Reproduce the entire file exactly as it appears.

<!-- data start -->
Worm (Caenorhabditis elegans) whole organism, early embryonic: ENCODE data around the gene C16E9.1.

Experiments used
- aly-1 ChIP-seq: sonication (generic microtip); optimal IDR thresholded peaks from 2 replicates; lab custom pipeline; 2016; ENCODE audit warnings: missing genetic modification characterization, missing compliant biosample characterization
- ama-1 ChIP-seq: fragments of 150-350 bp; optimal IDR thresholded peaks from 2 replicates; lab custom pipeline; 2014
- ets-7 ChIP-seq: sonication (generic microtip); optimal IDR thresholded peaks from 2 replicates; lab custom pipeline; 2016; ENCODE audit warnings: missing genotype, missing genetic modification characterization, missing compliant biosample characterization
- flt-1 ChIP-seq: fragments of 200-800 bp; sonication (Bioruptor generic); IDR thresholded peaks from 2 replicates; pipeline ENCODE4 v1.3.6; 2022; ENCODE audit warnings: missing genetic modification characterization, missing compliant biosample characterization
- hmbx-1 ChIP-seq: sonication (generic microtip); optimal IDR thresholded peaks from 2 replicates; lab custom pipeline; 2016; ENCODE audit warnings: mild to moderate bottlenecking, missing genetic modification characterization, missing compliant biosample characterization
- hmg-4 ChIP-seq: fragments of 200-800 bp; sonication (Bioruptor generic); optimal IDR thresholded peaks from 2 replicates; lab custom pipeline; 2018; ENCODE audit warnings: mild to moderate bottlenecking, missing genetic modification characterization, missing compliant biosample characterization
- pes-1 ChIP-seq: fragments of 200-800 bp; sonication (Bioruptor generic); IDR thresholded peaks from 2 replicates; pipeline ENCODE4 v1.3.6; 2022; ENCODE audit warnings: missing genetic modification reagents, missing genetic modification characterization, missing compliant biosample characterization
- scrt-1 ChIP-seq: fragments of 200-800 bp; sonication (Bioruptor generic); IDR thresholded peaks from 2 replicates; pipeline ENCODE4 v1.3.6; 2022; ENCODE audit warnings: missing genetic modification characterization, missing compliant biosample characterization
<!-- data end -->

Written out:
Worm (Caenorhabditis elegans) whole organism, early embryonic: ENCODE data around the gene C16E9.1.

Experiments used
- aly-1 ChIP-seq: sonication (generic microtip); optimal IDR thresholded peaks from 2 replicates; lab custom pipeline; 2016; ENCODE audit warnings: missing genetic modification characterization, missing compliant biosample characterization
- ama-1 ChIP-seq: fragments of 150-350 bp; optimal IDR thresholded peaks from 2 replicates; lab custom pipeline; 2014
- ets-7 ChIP-seq: sonication (generic microtip); optimal IDR thresholded peaks from 2 replicates; lab custom pipeline; 2016; ENCODE audit warnings: missing genotype, missing genetic modification characterization, missing compliant biosample characterization
- flt-1 ChIP-seq: fragments of 200-800 bp; sonication (Bioruptor generic); IDR thresholded peaks from 2 replicates; pipeline ENCODE4 v1.3.6; 2022; ENCODE audit warnings: missing genetic modification characterization, missing compliant biosample characterization
- hmbx-1 ChIP-seq: sonication (generic microtip); optimal IDR thresholded peaks from 2 replicates; lab custom pipeline; 2016; ENCODE audit warnings: mild to moderate bottlenecking, missing genetic modification characterization, missing compliant biosample characterization
- hmg-4 ChIP-seq: fragments of 200-800 bp; sonication (Bioruptor generic); optimal IDR thresholded peaks from 2 replicates; lab custom pipeline; 2018; ENCODE audit warnings: mild to moderate bottlenecking, missing genetic modification characterization, missing compliant biosample characterization
- pes-1 ChIP-seq: fragments of 200-800 bp; sonication (Bioruptor generic); IDR thresholded peaks from 2 replicates; pipeline ENCODE4 v1.3.6; 2022; ENCODE audit warnings: missing genetic modification reagents, missing genetic modification characterization, missing compliant biosample characterization
- scrt-1 ChIP-seq: fragments of 200-800 bp; sonication (Bioruptor generic); IDR thresholded peaks from 2 replicates; pipeline ENCODE4 v1.3.6; 2022; ENCODE audit warnings: missing genetic modification characterization, missing compliant biosample characterization